The first photo set is a woman who had her hairline lowered the day before these pictures was taken. Please note that the washing was so complete and the recipient sites so samll, that the recipient sites could barely be seen so I labeled the frontal view where a faint outline of the recipient sites show up. The hairline was extensively lowered which is the case when we often perform this hairline lowering for traction alopecia in the African American population. From the side view, there is almost nothing to see. Careful, small site recipient areas are critical to an undetectable transplant. For those who understand how difficult the African hair type is for a hair transplant (very kinky), the viewer should understand how beautiful these one day post-operative photos are.
The second woman is also one day after her surgery with a smaller distance for the hairline lowering surgery than the above patient. This was performed with an extensive restoration of her temple corners. Many women lose their temple corners as they get older and a rounded frontal hairline (which is a typical female hairline) is critical to achieving a very feminine look for many women, unlike men, on the other hand, who have high corner, V-shaped hairlines.
“Drake, Lynn, et al. “The effects of finasteride on scalp skin and serum androgen levels in men with androgenetic alopecia.” Journal of the American Academy of Dermatology 41.4 (1999): 550-554.”.
Can’t post a link because it’s behind a paywall my university has a subscription for. That study is published in a well respected journal and sees to be cited many times
“Scalp skin DHT levels declined significantly by 13.0% with placebo and by 14.9%, 61.6%, 56.5%, 64.1%, and 69.4% with 0.01, 0.05, 0.2, 1, and 5 mg doses of finasteride, respectively. Serum DHT levels declinied significantly (P<.001) by 49.5%, 68.6%, 71.4%, and 72.2% in the 0.05, 0.2, 1 and 5 mg finasteride treatment groups, respectively.”
The values are without error margins but I’m willing to bet that they might not even differ significantly.
I’m not sure why you claim that my post contains mis-information and then proceed to say the exact same thing.
It’s a competitive inhibitor, sure. But that just means that the affinity for finasteride to the enzyme is much larger than the affinity of testosterone to the enzyme. If it was reversible you wouldn’t see such a flat response and it also wouldn’t take 2 weeks for DHT to go back to baseline.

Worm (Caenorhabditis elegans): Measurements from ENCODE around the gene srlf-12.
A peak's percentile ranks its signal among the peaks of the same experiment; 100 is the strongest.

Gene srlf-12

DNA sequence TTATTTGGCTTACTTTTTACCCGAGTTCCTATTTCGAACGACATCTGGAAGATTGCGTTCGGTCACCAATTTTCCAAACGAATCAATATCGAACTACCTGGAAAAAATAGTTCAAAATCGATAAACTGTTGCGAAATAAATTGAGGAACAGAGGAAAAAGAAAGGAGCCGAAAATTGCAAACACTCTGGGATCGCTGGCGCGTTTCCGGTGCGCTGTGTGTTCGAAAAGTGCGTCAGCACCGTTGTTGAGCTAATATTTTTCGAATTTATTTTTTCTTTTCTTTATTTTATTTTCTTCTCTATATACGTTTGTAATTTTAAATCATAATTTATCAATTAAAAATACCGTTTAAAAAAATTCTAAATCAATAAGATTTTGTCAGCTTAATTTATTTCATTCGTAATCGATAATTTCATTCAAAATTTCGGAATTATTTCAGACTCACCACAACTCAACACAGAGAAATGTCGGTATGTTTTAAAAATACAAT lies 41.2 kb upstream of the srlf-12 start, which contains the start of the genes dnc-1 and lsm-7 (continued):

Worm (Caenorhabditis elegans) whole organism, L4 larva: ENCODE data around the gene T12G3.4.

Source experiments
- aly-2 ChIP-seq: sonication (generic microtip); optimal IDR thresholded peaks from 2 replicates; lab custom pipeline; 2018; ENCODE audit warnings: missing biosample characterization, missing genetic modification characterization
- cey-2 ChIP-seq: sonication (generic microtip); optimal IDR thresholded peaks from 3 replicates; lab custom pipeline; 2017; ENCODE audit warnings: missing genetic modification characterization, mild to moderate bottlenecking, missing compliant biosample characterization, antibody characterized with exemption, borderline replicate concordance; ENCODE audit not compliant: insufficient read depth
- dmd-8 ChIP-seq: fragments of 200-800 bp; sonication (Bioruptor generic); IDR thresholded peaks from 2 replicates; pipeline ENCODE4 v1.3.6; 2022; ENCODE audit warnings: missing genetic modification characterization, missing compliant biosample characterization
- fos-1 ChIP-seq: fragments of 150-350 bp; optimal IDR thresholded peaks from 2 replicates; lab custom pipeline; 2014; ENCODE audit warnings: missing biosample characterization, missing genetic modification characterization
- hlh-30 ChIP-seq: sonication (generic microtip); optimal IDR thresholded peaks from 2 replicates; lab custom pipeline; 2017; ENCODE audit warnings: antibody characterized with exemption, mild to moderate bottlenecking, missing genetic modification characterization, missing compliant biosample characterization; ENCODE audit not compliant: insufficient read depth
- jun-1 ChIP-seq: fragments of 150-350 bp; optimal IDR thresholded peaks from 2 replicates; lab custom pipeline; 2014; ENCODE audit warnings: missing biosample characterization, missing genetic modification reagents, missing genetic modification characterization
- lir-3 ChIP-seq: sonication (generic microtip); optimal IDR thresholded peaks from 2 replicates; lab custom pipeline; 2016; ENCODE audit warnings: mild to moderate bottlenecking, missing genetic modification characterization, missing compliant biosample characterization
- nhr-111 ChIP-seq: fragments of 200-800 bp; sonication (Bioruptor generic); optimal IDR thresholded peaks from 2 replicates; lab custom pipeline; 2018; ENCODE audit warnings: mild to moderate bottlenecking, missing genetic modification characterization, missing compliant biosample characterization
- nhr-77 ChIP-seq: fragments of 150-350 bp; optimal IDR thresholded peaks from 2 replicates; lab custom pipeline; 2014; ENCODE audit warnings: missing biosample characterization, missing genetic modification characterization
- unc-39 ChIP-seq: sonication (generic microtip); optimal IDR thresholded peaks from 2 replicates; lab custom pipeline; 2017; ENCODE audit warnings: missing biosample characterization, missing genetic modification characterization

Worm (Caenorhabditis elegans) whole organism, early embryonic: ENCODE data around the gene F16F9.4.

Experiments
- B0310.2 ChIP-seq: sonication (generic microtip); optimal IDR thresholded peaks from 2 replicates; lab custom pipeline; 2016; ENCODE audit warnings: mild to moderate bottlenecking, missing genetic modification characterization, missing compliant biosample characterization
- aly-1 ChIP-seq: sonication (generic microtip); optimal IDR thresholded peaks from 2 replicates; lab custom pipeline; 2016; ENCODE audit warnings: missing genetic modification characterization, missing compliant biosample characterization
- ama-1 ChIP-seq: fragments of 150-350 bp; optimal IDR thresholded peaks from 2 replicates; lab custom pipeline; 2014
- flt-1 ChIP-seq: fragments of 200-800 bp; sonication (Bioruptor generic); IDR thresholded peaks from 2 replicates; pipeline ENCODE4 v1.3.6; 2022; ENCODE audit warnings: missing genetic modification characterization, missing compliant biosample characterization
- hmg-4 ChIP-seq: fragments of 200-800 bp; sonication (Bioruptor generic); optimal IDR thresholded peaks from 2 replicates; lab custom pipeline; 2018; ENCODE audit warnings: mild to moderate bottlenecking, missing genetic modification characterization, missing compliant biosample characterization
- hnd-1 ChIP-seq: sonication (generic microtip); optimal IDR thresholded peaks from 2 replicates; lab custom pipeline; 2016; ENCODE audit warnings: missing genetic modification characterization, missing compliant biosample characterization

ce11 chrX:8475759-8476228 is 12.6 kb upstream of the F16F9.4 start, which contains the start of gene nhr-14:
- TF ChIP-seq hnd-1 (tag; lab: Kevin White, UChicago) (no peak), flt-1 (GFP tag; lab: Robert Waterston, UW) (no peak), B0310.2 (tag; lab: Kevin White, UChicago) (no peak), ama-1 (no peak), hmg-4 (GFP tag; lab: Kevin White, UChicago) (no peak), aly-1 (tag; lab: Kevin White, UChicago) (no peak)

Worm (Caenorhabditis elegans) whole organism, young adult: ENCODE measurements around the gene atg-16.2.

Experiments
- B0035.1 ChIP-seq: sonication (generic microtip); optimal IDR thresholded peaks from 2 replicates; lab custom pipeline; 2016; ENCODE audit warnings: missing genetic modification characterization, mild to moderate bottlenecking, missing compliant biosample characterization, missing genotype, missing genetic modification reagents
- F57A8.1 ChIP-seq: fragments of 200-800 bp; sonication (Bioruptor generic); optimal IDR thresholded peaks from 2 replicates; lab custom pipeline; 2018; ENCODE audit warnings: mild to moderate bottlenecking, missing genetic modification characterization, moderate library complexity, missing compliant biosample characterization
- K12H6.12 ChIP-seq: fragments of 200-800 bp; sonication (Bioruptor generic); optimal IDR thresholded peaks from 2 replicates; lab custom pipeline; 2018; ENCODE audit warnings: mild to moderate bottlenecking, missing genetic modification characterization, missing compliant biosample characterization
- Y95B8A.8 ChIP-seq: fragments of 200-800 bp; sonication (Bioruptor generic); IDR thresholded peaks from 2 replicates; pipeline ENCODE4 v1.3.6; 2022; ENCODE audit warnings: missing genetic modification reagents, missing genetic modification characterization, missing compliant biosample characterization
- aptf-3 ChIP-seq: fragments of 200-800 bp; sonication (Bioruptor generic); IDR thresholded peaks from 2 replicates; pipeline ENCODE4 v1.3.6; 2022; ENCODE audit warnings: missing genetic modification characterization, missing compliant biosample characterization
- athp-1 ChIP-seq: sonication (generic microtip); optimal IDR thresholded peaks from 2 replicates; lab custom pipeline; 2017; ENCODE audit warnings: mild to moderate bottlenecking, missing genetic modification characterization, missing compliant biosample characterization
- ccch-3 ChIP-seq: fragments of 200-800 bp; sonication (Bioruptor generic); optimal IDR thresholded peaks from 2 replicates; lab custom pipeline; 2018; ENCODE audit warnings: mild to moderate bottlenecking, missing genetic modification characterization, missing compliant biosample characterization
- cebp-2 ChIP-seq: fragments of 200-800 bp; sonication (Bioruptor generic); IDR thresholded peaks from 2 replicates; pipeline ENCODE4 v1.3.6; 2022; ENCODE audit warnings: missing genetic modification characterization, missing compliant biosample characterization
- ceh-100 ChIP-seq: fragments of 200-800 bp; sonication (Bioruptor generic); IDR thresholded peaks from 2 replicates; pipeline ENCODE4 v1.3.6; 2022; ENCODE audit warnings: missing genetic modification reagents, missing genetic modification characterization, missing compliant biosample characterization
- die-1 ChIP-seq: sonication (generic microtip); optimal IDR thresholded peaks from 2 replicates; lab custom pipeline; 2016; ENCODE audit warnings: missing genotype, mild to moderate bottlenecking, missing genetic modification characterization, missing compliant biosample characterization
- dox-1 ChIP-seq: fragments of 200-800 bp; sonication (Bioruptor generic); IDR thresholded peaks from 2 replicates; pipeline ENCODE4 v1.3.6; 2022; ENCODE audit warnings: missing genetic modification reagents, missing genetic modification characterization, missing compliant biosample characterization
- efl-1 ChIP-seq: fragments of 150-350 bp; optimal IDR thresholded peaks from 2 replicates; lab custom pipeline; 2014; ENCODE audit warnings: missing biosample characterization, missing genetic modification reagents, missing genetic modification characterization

Finasteride does irreversibly inhibit any 5alpha-reductase it comes into contact with (see e.g. the Merck patent which is even called “Irreversible inhibition of human 5?-reductase ” https://www.google.com/patents/US5962442 ” In practice, the halflife of the enzyme-inhibitor complex is so long that the inhibition is for all intents irreversible, and release of the inhibitor probably occurs by death of the enzyme rather than turnover to regenerate catalytically competent enzyme.”) .
That’s as good as destroying the enzyme because it forms a strong bond with it that has a longer half-life than the enzyme itself. In other words, the enzyme will die long before it’s able to release finasteride.
The body replenishes 5AR constantly and that’s exactly why it takes >2 weeks for the DHT to go back to baseline.
Nice citations; however, the effectiveness of finasteride may be due to other factors such as the sensitivity of the receptors and the rate at which the enzyme is turned over in response to the blockade, etc.. Enzymes are always consumed in a chemical reaction and the human body just produces more of it. Skin levels may not be reflective of the type of response seen clinically. This is the practical side, because we see patient who do not respond to the drug regardless of the dose and then we see great responders. I can’t address your mechanistic point very well and correlate the DHT levels, enzyme levels and clinical responses. You have clearly spent more time on this than I have; however, what I focus upon is clinical responses and side effects to the drug. With my focus, the pharmacology you reference does not produce a one-to-one clinical response with the values of DHT in the skin as you are referencing.
I like it when the consumer does research on what is happening to them and the treatment options. Sometimes what is read needs to be filtered by an expert so that is my role here in this reader’s posting which I am publishing at his request.
Hi I’m getting this horrible pain after FUE. I know its been some time please let me know how long does this pain last its been 4 Weeks now I am still with burning sensation and pressure pain all around my donor area and face
You should go back and speak with your doctor. Pain following an FUE might be the result of damage to the many small nerves around the scalp (there are thousands of them) so many are cut by either the FUE punch or the needles used to make the recipient area. The good news is that the pain you are reporting almost always goes away in week. A few people might see the pain a couple of months of so as it does take time for the nerves to heal.
You are most likely developing balding from genetic hair loss. There are two wonderful drug for treating this problem, (1) finasteride which might reverse the loss if you are in your early 30s, and (2) Minoxidil plus taking the finasteride pill. You must see a doctor for the finasteride. Whatever you do, do not get a hair transplant until you are at least 25 years old.
Thank you for the baldingblog. The answers you’ve give over the years are a very valuable resource for patients before, during and after hair transplants.